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Judith E. Fan, Nicholas B. Turk-Browne; Feature distributions constrain visual object perception. Journal of Vision 2014;14(10):943. doi: 10.1167/14.10.943.
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© ARVO (1962-2015); The Authors (2016-present)
How does the visual system exploit statistical structure in the world to recognize objects? Here we examine how the distribution of features within objects alters perceptual discrimination of those objects. Object stimuli were plaid textures comprised of two overlapping sinusoidal gratings whose orientations varied independently over non-overlapping ranges (i.e., 1-89° from vertical in opposing directions). On each trial, two of these compound textures were presented and masked sequentially. Observers judged whether they were the same or different (defined by a ±15° rotation in one grating). Experiment 1 explored how the distribution of feature values affected discrimination performance. In an initial exposure phase, one grating (Uniform) was equally likely to appear in any orientation within its range, whereas the orientation of the other grating (Unimodal) was drawn from a truncated Gaussian distribution (peak=30° or 60°, across observers; s.d.=10°). In a subsequent test phase with the same task, both gratings were uniformly distributed, allowing us to test how learning of the distribution affected performance. Although now distributed identically, accuracy was impaired for the (previously) Unimodal vs. Uniform grating. These results are consistent with the possibility that this unimodal distribution promoted narrow tuning for that feature, resulting in impaired representations of objects containing atypical feature values. Experiment 2 examined how this impairment generalizes to more complex feature distributions. The orientation of one grating (Bimodal) was sampled from a mixture of two truncated Gaussians (peaks=30° and 60°); the other grating was Uniform. Again, we found that switching to fully uniform distributions at test impaired discrimination for the (previously) Bimodal vs. Uniform grating. This is consistent with tuning for multiple distinct modes, which resulted in less accurate object discrimination when features were drawn from a different distribution. Taken together, these findings illustrate how the distributional properties of features can have lasting effects on object recognition.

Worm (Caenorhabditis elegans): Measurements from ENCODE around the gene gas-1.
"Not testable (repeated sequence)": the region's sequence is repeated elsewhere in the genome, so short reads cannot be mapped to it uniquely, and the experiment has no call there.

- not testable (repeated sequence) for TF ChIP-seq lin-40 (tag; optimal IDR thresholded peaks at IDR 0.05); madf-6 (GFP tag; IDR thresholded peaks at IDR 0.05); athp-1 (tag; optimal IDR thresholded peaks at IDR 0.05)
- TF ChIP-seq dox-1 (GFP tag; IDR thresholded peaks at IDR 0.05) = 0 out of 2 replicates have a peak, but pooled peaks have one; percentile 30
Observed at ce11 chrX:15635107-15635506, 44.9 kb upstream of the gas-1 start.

Meeting abstract presented at VSS 2014
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